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Wednesday, September 21, 2011

Essay on Analysis of Streetcar Named Desire

     The play Streetcar Named Desire portrays sexism and the disparity, prejudice, and stereotypes of men and women in an era where the chaos of Second World War and its offshoot in the economy largely affected the moral sensibilities and judgment of the people living at that time. As a result, struggles on norms and values afflicted the characters as the main protagonist lost sense of balance and reality and instead adapted extremities in interpreting truthfulness, deceit and delusion to cope with the skirmishes hounding her need to survive. Other characters, including her own sister, stuck sternly to their expected roles which left the main protagonist dejected, maladjusted, and worst, crazy in an asylum.

     Like any work of fiction, playwright Tennessee Williams took inspiration from real personal circumstances in breathing life to the characters in the play. He was successful in delineating the gender roles of men and women. As portrayed by Stanley Kowalski, men are strong, flex muscles at work, earn the bread for the family, drink liquor and play poker with friends, and regard themselves as superior beings in the house. Men in the play, like Stanley and his friend Mitch Michell highly discriminate female sexuality. They believe that only pure, virgin and chaste women should be given marriage proposals while ‘experienced’ or those with shadowy past should be treated harshly like a prostitute.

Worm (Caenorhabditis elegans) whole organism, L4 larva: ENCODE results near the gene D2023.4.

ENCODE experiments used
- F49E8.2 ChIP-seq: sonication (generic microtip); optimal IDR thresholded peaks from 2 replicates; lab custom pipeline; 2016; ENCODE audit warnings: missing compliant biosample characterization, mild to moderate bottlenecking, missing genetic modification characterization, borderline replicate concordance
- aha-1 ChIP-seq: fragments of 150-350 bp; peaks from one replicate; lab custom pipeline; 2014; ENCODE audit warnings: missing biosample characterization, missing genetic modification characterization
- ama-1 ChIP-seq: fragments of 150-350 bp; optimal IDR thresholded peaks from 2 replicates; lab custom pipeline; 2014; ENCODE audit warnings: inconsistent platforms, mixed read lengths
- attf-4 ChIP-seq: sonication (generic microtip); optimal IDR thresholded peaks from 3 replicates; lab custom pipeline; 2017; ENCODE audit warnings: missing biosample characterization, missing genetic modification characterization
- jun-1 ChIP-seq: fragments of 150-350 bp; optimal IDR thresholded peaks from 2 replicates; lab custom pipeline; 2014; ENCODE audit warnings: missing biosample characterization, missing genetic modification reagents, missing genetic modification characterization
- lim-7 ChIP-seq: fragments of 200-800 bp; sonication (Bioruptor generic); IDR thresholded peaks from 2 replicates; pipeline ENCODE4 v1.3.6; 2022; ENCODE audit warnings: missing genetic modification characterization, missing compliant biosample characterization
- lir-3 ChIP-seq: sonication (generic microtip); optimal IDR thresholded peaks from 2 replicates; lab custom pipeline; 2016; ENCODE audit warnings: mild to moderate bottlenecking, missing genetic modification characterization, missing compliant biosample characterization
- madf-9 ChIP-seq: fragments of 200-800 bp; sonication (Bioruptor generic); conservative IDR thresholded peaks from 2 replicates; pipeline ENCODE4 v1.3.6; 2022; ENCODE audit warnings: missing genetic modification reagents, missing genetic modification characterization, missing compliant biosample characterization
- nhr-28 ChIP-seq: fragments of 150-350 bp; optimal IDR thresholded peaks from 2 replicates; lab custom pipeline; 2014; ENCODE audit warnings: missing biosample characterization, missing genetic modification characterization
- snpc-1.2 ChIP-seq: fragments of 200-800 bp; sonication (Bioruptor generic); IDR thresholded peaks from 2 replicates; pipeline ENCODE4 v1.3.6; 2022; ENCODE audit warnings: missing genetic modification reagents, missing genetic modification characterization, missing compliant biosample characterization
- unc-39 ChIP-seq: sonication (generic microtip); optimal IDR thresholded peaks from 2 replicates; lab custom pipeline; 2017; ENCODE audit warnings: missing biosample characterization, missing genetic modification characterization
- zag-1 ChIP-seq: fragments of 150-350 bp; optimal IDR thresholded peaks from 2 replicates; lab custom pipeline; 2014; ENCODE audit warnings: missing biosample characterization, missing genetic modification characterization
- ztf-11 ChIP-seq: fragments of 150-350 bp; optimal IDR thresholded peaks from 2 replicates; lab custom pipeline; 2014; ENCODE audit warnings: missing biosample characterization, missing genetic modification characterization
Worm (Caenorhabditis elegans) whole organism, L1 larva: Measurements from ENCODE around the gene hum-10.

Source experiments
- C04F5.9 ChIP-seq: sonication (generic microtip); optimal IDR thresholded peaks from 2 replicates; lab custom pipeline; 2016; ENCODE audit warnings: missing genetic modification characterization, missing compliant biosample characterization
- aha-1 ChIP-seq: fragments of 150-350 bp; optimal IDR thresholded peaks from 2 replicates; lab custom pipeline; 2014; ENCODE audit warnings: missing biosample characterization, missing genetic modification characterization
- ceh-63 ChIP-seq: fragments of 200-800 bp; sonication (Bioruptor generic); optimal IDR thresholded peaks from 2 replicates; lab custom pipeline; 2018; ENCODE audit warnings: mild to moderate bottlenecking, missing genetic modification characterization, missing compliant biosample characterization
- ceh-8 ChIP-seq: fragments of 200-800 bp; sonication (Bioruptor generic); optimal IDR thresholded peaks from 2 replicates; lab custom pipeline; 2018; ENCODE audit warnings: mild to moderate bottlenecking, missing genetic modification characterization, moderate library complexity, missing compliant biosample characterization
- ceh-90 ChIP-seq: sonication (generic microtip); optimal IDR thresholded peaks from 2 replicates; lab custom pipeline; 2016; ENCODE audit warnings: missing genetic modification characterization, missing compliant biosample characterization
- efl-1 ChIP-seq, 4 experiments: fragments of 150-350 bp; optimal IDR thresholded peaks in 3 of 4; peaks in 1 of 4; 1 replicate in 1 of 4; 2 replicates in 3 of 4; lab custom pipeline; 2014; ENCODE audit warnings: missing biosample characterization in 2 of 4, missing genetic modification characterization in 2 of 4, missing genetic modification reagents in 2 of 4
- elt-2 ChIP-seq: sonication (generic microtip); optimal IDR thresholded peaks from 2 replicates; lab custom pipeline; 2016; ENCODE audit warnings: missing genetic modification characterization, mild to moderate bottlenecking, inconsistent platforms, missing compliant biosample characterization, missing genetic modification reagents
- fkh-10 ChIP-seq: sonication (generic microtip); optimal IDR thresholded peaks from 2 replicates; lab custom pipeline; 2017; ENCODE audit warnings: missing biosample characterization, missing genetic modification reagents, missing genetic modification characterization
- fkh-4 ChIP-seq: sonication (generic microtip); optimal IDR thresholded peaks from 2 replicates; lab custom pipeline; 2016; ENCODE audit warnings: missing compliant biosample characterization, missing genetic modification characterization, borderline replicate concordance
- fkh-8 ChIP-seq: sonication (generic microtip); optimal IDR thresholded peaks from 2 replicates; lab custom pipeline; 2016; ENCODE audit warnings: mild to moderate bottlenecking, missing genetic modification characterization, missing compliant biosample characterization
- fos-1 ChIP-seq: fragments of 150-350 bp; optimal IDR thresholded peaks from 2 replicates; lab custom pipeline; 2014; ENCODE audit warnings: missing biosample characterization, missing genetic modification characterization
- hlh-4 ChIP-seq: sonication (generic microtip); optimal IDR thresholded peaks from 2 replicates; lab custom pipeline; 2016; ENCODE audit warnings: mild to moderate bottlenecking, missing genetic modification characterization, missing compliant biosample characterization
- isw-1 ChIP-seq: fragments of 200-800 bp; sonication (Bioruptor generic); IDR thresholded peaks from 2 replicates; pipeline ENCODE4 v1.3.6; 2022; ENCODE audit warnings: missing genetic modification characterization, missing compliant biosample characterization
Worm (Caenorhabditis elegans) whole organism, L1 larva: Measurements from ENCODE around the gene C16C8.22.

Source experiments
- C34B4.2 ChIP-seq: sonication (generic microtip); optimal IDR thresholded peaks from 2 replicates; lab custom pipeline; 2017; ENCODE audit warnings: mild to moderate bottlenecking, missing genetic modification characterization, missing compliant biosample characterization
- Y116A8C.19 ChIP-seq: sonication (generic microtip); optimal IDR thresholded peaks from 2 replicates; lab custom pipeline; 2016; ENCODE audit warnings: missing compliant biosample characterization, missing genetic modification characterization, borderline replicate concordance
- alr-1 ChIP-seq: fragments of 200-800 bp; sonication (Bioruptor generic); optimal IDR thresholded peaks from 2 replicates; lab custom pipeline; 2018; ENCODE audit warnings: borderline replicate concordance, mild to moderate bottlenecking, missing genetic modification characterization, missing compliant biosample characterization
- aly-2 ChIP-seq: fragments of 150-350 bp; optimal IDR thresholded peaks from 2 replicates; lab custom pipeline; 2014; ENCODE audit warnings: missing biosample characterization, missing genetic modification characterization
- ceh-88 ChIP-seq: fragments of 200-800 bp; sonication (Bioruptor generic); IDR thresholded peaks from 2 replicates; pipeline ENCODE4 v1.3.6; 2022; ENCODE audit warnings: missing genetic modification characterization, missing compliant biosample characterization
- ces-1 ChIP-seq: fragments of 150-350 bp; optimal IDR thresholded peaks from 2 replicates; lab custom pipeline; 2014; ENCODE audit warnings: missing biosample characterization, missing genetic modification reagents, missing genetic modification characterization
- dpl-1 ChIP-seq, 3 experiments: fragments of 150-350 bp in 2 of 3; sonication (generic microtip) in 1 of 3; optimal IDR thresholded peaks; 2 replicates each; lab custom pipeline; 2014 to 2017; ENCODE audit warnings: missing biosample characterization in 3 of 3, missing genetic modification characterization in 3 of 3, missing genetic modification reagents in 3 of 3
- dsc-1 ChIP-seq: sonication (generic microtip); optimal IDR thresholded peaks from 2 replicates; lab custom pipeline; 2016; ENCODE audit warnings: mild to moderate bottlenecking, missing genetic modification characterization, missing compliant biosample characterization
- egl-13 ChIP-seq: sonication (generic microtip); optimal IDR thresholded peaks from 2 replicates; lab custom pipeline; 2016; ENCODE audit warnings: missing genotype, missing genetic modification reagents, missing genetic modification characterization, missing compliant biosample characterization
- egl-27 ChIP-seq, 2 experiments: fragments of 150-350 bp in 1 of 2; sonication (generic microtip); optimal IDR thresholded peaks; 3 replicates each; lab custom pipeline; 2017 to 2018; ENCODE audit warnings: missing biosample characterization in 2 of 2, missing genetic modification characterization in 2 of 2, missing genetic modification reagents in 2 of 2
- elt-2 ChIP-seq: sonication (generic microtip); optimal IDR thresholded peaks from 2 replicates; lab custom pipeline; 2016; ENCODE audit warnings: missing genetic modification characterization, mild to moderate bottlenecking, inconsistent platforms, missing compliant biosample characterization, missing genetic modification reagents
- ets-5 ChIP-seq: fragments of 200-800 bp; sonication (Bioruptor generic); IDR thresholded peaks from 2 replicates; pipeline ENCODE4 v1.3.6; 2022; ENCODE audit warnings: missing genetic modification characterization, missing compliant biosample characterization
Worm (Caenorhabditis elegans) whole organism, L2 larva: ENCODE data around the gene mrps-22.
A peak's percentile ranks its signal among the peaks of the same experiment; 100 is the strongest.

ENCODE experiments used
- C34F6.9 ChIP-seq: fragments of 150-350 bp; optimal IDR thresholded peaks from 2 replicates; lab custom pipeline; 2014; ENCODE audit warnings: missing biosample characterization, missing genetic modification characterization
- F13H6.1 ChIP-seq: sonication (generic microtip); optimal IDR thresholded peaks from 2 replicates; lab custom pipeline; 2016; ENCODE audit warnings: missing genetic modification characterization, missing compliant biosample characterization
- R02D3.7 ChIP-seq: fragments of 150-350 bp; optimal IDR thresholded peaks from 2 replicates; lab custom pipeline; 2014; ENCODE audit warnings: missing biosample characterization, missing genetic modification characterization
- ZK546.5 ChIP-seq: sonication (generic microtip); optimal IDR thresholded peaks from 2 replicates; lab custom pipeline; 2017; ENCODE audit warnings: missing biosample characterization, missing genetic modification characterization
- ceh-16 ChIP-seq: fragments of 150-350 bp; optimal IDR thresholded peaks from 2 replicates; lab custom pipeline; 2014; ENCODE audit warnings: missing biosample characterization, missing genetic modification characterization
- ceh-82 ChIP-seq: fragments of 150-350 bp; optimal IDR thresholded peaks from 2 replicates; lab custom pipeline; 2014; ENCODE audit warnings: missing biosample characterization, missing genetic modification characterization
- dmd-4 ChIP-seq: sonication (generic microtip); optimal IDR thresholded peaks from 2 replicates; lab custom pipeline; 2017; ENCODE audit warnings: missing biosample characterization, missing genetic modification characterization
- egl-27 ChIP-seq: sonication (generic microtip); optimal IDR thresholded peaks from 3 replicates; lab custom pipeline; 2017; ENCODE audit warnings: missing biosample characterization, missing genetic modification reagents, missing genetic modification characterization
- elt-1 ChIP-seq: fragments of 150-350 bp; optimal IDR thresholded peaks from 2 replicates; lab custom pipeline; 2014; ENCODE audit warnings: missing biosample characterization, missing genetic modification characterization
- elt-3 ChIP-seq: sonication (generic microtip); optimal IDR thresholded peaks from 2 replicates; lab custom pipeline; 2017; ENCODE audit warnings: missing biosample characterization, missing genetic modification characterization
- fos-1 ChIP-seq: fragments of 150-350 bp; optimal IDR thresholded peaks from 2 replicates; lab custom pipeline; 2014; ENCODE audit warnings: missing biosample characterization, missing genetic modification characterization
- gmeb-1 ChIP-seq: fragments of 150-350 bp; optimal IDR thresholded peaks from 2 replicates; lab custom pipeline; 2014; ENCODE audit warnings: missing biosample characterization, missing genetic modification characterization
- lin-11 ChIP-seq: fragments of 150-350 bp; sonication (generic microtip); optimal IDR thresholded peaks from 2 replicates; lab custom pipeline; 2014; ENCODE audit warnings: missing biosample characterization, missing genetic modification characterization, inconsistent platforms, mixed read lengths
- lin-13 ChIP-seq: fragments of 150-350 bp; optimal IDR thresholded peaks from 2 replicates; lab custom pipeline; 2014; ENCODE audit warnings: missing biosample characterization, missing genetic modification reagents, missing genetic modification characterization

On the other hand, women ought to be submissive, meek and silent in front of their husband.  This was portrayed by Stella Kowalski, wife of Stanley and Eunice Hubell, wife of the building owner where the Kowalskis live. They should ever be willing to serve their husbands in any way, including their lustful needs and demonstrate their happiness for it. Their actions must show that they exist solely for their men. They should also be modest and chaste in the house and feel inferior to their male counterpart. They ought to expect physical and verbal lashings when they show resistance and disrespect.

     Similarly, the play effectively presented the contrast of genders in terms of occupation, behavior and attitude.  Common men or men of low degree like Stanley Kowalski and Mitch Michell should hold blue collar jobs while those who belong to the upper class should be doctors. They should be brusque and violent and cuss occasionally or speak foul language to show their manhood. They can be blunt and severe in deciding against an issue because they don’t beat around the bush. It is fine if they are untidy and smell of perspiration because these are signs of being manual laborers. They are also expected to be promiscuous by visiting brothels and other sleazy places.